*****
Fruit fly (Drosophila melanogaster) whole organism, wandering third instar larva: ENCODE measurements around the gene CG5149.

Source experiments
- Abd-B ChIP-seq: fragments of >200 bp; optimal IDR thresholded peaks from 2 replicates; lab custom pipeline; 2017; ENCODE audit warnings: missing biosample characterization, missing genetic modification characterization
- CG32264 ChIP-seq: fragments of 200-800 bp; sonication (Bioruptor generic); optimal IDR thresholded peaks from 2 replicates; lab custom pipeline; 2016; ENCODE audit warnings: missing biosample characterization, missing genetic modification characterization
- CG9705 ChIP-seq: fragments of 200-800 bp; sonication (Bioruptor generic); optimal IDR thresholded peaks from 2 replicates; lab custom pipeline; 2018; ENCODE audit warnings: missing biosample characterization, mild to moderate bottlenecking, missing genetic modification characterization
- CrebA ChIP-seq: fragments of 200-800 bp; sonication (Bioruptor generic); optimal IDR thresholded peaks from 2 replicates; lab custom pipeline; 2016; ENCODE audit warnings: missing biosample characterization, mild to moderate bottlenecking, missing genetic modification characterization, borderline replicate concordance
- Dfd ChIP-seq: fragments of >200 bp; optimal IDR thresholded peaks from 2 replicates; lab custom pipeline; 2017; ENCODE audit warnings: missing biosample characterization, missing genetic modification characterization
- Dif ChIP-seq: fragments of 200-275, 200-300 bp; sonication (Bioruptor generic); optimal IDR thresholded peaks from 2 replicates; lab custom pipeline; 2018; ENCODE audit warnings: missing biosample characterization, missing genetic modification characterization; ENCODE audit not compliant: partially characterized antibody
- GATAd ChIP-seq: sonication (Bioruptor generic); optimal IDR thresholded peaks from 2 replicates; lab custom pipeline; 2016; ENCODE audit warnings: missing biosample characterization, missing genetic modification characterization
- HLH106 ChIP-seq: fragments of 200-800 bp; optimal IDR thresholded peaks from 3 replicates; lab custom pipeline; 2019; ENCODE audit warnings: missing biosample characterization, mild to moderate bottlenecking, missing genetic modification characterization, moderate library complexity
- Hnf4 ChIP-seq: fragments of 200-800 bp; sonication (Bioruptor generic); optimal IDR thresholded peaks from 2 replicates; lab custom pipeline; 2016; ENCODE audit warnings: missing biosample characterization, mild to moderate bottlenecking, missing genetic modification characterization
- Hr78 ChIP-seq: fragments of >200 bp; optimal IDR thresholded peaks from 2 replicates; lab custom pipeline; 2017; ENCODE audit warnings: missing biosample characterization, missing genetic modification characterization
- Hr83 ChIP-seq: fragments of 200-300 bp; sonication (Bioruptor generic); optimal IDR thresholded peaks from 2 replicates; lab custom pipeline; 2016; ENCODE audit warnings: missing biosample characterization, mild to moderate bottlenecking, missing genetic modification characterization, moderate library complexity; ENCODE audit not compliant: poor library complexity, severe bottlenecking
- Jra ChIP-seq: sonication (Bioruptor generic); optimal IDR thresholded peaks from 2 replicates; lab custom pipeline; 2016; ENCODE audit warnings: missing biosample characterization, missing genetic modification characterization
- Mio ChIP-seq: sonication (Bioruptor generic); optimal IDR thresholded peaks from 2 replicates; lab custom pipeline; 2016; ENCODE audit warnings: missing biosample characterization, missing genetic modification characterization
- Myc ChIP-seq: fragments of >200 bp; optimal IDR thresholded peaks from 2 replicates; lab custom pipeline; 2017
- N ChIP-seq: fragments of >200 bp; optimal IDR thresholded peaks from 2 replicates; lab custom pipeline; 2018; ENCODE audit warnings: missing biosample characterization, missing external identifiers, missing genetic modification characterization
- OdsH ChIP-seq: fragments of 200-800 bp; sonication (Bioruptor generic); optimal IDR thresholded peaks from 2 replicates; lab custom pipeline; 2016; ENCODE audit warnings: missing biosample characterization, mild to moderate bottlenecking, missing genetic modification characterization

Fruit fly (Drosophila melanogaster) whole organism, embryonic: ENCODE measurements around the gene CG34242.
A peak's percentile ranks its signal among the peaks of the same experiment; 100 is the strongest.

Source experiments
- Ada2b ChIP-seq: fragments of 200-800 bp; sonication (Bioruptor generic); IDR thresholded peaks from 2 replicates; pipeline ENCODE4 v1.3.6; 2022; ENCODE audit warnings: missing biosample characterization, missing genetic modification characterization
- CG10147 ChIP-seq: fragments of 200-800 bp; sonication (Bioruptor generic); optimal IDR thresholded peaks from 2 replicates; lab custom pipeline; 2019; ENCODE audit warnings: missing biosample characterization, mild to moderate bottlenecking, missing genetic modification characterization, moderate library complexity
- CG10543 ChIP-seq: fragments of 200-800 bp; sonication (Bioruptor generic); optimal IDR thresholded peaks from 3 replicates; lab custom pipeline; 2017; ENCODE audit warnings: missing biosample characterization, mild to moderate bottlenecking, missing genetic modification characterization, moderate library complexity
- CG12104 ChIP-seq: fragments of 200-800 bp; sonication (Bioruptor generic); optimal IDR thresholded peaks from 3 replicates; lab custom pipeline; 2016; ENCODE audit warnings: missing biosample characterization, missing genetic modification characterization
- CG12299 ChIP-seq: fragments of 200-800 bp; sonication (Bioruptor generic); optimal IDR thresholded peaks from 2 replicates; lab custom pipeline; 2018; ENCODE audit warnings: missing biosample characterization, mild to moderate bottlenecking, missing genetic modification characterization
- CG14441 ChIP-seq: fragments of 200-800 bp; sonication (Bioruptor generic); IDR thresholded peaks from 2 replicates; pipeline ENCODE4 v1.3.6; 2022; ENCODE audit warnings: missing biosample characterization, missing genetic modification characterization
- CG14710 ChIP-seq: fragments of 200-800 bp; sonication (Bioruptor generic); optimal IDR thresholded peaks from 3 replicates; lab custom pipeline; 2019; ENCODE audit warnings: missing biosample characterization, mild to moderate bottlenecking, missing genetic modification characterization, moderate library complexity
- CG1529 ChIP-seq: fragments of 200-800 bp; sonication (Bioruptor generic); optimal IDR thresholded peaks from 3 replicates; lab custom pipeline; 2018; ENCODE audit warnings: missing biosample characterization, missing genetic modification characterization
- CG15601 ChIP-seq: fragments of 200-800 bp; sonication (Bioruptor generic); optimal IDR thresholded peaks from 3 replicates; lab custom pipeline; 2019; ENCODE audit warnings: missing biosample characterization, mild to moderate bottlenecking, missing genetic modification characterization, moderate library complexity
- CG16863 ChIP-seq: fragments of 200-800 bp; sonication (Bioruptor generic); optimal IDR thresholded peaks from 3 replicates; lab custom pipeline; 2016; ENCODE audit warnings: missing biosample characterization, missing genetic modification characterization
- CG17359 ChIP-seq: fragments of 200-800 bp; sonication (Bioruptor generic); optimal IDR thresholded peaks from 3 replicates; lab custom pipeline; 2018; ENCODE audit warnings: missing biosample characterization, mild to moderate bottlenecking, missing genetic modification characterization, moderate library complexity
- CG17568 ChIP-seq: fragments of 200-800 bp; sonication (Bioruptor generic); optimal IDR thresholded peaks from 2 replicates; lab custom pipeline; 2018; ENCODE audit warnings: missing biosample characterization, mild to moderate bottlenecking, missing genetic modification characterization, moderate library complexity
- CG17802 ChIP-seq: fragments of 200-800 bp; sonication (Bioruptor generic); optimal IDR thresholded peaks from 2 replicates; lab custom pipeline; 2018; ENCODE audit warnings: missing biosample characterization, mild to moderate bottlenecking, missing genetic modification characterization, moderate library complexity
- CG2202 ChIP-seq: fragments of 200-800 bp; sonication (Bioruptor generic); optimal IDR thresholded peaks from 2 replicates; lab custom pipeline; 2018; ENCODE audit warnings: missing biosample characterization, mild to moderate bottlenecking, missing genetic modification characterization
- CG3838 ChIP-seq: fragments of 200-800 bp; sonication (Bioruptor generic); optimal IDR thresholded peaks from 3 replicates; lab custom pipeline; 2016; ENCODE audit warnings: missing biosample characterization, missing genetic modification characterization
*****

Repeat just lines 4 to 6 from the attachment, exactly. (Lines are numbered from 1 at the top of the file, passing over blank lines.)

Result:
- CG32264 ChIP-seq: fragments of 200-800 bp; sonication (Bioruptor generic); optimal IDR thresholded peaks from 2 replicates; lab custom pipeline; 2016; ENCODE audit warnings: missing biosample characterization, missing genetic modification characterization
- CG9705 ChIP-seq: fragments of 200-800 bp; sonication (Bioruptor generic); optimal IDR thresholded peaks from 2 replicates; lab custom pipeline; 2018; ENCODE audit warnings: missing biosample characterization, mild to moderate bottlenecking, missing genetic modification characterization
- CrebA ChIP-seq: fragments of 200-800 bp; sonication (Bioruptor generic); optimal IDR thresholded peaks from 2 replicates; lab custom pipeline; 2016; ENCODE audit warnings: missing biosample characterization, mild to moderate bottlenecking, missing genetic modification characterization, borderline replicate concordance